http://www.bauernstuben-kuegelgenhaus.de/

We stumbled around Albertplatz in blinding snow whipped into our faces by the wind and were really disoriented for a few minutes until we could look at map and re-orient ourselves. Then it became pretty easy. We headed toward this restaurant on the recommendation of a travel guide for the city of Dresden. We liked the layout of the travel guide, but I’m questioning the authors’ taste after tonight. This place wasn’t bad, but the service definitely was hit-or-miss, and the food didn’t wow us. It was fine, but we’ve come to expect better from restaurants recommeded by travel guides.

Beer

We both had the Pupen-Schultzes Schwarzes – suprisingly good dark bier! Milder and sweeter than expected, with no cringe. Sarah had some good advice here: when you’re trying out a new locale, order a beer from near the top of the list.

Sarah

Erdäppelsuppe — alright. This soup was kind of bland, and tasted like Fr. Knorr. But the cheese bits are nice touch.
Feurige Pfanne — where was the fire? Tricolor corkscrews in a thin, paprika-spiked broth with chunks of stewed pork and cheese (?) baked over the top. It took 3 or 4 bites to find a hint of the spiciness. This was underwhelming.

Cliff

My Kartoffelsuppe mit Knoblauch (potato soup with garlic) was just OK — almost the same as Sarah’s but with garlic instead of cheese. For my main course, I had the Lammbraten mit grünen Bohnen. The lamb was nice and tender, but the beans were a little salty…not inedibly so, but definitely more than I expected. Potatoes roasted on a skewer with bacon wrapped around them were a treat.

Gruß aus Dresden

Hi all!

So far we don’t have much to report except that the weather is just as weird here as it at home in Regensburg, and the Dresden’s tram system and our hotel have made a very good first impression on us.

Here’s roughly the route our trains took:


View Larger Map

It might be worth it to spring for the extra bucks and longer train trip to ride (for longer) in style next time on a higher class of train. The trains themselves were pretty modern, but there were only two cars per train and the engine was diesel. And they were crowded! If you spring for the better class of train (IC or EC, as opposed to RB/RE/IRE), you can reserve your seats. That would have been helpful today. We got stuck standing for a good portion of the trip packed into the flop-down seating area with families with stroller kids and toddlers and a smelly (but cute) German shepherd…and Germany’s smelliest train passenger (to date) — the The Human Ashtray (or so we called her). Between her and the standing-room-only and the terrain of the Erzgebirge, we got a little motion sick (and I strongly suspect we weren’t the only ones — everyone looked progressively greener until Zwickau). Fortunately, no one lost their lunch and we managed to snag proper seats for the duration of the trip starting at Zwickau.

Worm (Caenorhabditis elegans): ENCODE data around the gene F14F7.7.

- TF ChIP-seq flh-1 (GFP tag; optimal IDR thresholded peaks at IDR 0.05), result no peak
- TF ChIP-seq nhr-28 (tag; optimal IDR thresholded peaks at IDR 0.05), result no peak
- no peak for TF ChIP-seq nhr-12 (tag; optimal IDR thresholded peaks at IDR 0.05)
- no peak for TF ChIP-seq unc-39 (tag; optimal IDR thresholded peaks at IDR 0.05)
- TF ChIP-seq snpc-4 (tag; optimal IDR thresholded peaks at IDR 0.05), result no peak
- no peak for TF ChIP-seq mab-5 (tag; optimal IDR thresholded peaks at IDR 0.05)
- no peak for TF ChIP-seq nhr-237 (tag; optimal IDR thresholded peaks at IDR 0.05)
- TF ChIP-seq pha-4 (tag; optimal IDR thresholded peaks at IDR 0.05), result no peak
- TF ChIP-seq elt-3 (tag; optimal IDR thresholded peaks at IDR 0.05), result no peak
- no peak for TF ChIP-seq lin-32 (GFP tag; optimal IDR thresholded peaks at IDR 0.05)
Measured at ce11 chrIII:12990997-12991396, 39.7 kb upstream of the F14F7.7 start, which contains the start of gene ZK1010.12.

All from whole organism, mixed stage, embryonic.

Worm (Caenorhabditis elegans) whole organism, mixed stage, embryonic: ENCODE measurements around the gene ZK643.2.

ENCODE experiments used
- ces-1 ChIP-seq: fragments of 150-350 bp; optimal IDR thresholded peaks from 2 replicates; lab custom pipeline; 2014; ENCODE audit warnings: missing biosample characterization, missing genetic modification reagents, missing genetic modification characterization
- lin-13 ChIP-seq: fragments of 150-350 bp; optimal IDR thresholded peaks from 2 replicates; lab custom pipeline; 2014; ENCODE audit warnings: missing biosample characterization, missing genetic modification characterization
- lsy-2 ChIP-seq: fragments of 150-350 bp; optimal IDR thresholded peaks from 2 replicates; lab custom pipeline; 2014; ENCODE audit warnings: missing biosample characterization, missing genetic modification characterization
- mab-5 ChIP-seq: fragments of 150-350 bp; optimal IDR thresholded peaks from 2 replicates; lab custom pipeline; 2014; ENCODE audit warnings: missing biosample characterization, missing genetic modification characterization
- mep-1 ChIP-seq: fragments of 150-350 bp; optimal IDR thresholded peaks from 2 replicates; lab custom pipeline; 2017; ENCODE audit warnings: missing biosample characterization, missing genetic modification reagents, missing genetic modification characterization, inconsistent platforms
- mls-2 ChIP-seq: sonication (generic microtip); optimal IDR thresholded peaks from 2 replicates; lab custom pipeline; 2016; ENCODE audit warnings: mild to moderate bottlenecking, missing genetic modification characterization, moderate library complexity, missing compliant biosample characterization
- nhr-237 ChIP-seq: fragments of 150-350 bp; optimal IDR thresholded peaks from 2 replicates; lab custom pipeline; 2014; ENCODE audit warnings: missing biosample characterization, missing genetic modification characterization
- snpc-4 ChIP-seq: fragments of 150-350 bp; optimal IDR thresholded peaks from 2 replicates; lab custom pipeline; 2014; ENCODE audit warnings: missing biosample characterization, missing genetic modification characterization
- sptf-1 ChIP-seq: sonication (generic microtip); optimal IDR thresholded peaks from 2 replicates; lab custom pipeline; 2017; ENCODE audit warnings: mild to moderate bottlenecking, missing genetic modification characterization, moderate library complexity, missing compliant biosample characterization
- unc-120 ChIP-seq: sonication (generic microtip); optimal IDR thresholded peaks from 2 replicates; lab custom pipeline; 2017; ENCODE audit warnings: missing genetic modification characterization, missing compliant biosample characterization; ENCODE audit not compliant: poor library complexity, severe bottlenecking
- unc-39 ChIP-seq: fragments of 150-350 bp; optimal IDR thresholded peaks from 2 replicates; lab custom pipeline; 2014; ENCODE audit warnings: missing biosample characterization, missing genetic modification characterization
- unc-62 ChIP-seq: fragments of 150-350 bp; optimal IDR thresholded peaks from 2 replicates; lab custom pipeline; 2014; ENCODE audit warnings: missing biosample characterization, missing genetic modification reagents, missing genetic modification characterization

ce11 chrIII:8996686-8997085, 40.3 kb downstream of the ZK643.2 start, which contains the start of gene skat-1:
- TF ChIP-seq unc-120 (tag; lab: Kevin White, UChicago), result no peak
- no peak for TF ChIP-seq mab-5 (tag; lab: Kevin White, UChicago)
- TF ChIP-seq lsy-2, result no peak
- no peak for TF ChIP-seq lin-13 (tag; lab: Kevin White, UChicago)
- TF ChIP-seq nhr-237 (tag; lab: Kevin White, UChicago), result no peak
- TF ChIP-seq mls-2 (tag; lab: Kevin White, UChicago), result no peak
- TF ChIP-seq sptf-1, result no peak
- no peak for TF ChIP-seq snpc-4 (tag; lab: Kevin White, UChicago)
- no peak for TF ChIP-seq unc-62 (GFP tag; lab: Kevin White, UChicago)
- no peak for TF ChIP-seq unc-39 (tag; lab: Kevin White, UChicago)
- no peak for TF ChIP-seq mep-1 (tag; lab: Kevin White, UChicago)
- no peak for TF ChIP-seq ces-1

I took some pictures this morning outside the Regensburg Hbf and on the train to Hof (where we changed trains and headed to Dresden):

Regensburg stuff, including wildlife confused by the weather:
Ausgangspunkt (starting situation) ducks fooled by winter flowers fooled by winter ducks and flowers 'ello, ducks!

Annoyed cat on the train:
annoyed cat

Sweet hotel!
Dresden Radisson SAS lobby p3252930.jpg the bed the doorway our TV greets us by name

After a quick freshening up (we just had to try out the AirPool and the beautiful shower), we’re off to explore Dresden and get something to eat while scoping out our breakfast options (not included at our hotel) and planning tomorrow’s activities.

This post brought to you by http://freebroadband.radissonsas.com/. Wish everybody had that!

Dresden, here we come

Sarah and I have nailed down our vacation plans for the coming week. We’re headed to Dresden for 4 days of exploring a new (to us) place that used to be a separate country without having to change currencies, language (much), or even get on a plane.

We’re doing it all via public ground transportation. Dresden’s pretty famous for that.

We head out Tuesday morning early on on a train to Hof, where we transfer to a train to Dresden. Oddly, connections on local/inter-regional (read: slower, older, noisier) trains were faster (not to mention cheaper) than connections on new, modern, clean, quiet ICE trains. Go figure.

When we get there, we’ll be staying at the Radisson. Sarah found a deal on Expedia.de. Let’s hope this works out better than the last one of those we tried — we booked what looked like a sweet room at the Le Meridien Russell Square in London and found out the the hotel was in the process of becoming worthy of the Le Meridien name. In other words, the room was pretty much a dump. Our pocket guide to Dresden puts the Radisson in the “Luxus” class though, so our hopes are still pretty high.

While we’re there, we plan on our usual exploration and reporting activities. But this time, we’re meeting up with pseudo-locals: B., the webmistress over at eurotrippen.com, who has lived there for some time and has already given us numerous tips.

Watch this space; the Radisson has free internet access, so a daily update should be possible.